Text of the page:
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Phishing method bypasses MFA with remote access software

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A devious, new phishing technique allows adversaries to bypass multi-factor authentication (MFA) by secretly having victims log into their accounts directly on attacker-controlled servers using the VNC screen sharing system.

One of the biggest obstacles to successful phishing attacks is bypassing multi-factor authentication (MFA) configured on the targeted victim’s email accounts.

Even if threat actors can convince users to enter their credentials on a phishing site, if MFA protects the account, fully compromising the account still requires the one-time passcode sent to the victim.

To gain access to a target’s MFA-protected accounts, phishing kits have been updated to use reverse proxies or other methods to collect MFA codes from unwitting victims.

However, companies are catching on to this method and have begun introducing security measures that block logins or deactivate accounts when reverse proxies are detected

VNC to the rescue

While conducting a penetration test for a customer, security researcher mr.d0x attempted to create a phishing attack on the client’s employees to gain corporate account credentials.

As the accounts were all configured with MFA, mr.d0x set up a phishing attack using the Evilginx2 attack framework that acts as a reverse proxy to steal credentials and MFA codes.

When conducting the test, the researcher found that Google prevented logins when detecting reverse proxies or man-in-the-middle (MiTM) attacks.

mr.d0x told BleepingComputer that this was a new security feature added by Google in 2019, specifically to prevent these types of attacks.

The researcher also told BleepingComputer that websites, such as LinkedIn, detect man-in-the-middle (MiTM) attacks and deactivate accounts after successful logins.


To overcome this obstacle, mr.d0x came up with a devious new phishing technique that uses the noVNC remote access software and browsers running in kiosk mode to display email login prompts running on the attacker’s server but shown in the victim’s browser.

VNC is a remote access software that allows remote users to connect to and control a logged-in user’s desktop. Most people connect to a VNC server through dedicated VNC clients that open the remote desktop in a similar manner to Windows Remote Desktop.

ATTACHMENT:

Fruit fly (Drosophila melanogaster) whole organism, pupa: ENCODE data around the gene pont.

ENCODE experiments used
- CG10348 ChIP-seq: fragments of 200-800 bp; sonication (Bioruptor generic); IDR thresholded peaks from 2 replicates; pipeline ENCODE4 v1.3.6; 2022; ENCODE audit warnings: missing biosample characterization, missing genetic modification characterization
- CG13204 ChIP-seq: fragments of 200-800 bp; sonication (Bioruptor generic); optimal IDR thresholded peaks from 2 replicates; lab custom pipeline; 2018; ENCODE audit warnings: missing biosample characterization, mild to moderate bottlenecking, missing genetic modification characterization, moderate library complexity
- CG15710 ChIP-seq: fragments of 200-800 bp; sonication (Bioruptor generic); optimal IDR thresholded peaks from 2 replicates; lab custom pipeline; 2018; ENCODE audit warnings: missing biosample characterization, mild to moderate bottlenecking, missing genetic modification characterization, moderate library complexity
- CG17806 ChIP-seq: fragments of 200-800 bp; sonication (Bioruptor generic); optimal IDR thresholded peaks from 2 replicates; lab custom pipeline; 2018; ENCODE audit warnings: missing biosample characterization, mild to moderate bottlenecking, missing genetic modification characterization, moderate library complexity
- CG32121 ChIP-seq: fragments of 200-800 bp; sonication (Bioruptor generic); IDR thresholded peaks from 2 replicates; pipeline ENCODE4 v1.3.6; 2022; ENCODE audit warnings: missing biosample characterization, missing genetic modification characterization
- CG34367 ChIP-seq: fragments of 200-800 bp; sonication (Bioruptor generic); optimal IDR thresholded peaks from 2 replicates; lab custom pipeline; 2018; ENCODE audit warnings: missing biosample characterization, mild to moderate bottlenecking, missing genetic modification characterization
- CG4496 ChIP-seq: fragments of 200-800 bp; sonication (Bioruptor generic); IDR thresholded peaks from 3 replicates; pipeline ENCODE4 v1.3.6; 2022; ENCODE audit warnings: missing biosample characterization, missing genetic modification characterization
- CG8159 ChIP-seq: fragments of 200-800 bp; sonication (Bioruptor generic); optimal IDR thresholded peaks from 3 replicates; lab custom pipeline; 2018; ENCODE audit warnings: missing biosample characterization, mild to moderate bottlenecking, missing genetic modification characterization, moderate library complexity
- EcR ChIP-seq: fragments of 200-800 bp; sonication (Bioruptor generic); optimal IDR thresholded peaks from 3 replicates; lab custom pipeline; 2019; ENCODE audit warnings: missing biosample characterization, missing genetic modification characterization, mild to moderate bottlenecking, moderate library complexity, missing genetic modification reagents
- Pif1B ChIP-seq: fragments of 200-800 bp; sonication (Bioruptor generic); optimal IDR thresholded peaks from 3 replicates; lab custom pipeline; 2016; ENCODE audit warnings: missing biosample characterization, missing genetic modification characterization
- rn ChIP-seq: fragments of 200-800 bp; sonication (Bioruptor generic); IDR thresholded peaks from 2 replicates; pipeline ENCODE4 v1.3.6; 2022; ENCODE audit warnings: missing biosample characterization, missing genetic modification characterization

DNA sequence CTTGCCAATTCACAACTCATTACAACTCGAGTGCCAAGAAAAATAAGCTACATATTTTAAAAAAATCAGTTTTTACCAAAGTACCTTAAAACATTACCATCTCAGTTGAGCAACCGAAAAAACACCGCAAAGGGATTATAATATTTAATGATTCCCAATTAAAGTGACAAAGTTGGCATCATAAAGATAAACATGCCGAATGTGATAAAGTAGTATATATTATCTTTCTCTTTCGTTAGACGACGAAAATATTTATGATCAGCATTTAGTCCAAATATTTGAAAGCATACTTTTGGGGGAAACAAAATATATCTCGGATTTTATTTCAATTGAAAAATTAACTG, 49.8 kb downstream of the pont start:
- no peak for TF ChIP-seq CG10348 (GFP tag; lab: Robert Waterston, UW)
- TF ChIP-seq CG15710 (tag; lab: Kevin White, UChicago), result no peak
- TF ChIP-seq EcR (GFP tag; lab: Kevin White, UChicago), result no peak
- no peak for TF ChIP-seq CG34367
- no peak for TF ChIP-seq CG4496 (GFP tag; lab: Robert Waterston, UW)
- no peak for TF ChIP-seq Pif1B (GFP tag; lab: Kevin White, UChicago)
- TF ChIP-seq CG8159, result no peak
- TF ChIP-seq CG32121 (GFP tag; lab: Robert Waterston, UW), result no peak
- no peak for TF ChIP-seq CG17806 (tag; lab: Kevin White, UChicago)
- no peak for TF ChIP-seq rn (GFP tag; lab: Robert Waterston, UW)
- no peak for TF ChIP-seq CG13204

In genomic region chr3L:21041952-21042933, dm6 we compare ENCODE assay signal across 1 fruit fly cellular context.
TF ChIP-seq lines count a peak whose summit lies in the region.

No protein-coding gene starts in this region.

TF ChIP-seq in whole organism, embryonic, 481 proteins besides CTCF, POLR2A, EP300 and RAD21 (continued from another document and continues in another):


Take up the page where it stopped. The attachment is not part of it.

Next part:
However, a program called noVNC allows users to connect to a VNC server directly from within a browser by simply clicking a link, which is when the researcher’s new phishing technique comes into play.

“So how do we use noVNC to steal credentials & bypass 2FA? Setup a server with noVNC, run Firefox (or any other browser) in kiosk mode and head to the website you’d like the user to authenticate to (e.g. accounts.google.com),” explains a new report by mr.d0x on his new phishing technique.

“Send the link to the target user and when the user clicks the URL they’ll be accessing the VNC session without realizing. And because you’ve already setup Firefox in kiosk mode all the user will see is a web page, as expected.”

Using this configuration, a threat actor can send out targeted spear-phishing emails that contain links that automatically launch the target’s browser and log into the attacker’s remote VNC server.

These links are highly customizable and allow the attacker to create links that don’t look like suspicious VNC login URLs, such as the ones below:


As the attacker’s VNC server is configured to run a browser in kiosk mode, which runs the browser in full-screen mode, when the victim clicks on a link they will simply see a login screen for the targeted email service and login as normal.

However, as the login prompt is actually being displayed by the attacker’s VNC server, all login attempts will happen directly on the remote server. mr.d0x told BleepingComputer that once a user logs into the account, an attacker can use various tools to steal credentials and security tokens. 

Even more dangerous, this technique will bypass MFA as the user will enter the one-time passcode directly on the attacker’s server, authorizing the device for future login attempts.

“Since it’s my server I can have many tricks up my sleeve, for example say I have burp suite or any other HTTP proxy attached to this browser and its capturing all the HTTP requests occurring. When the user is done I can check the requests and grab the username and password and session token,” mr.d0x told BleepingComputer in a conversation about the attack.

Another alternative could be I inject JS into the browser before sending the phishing link. When the user begins using the browser it runs my JS.Theres many more options because at the end of the day the user authenticates onto your server.”


If the attack were being used on a limited basis to target only a few people, simply logging into their email account over the attacker’s VNC session would authorize the device to connect to the account in the future.

As VNC allows multiple people to monitor the same session, an attacker could disconnect the victim’s session after the account was logged in and connect to the same session later to access the account and all its email.

While this attack has not been seen used in real-world attacks, the researcher told BleepingComputer that he believes attackers will use it in the future.

As for how to protect yourself from these types of attacks, all the phishing advice remains the same: do not click on URLs from unknown senders, inspect embedded links for unusual domains, and treat all email as suspicious, especially when it prompts you to login to your account.

Source: Bleeping Computer

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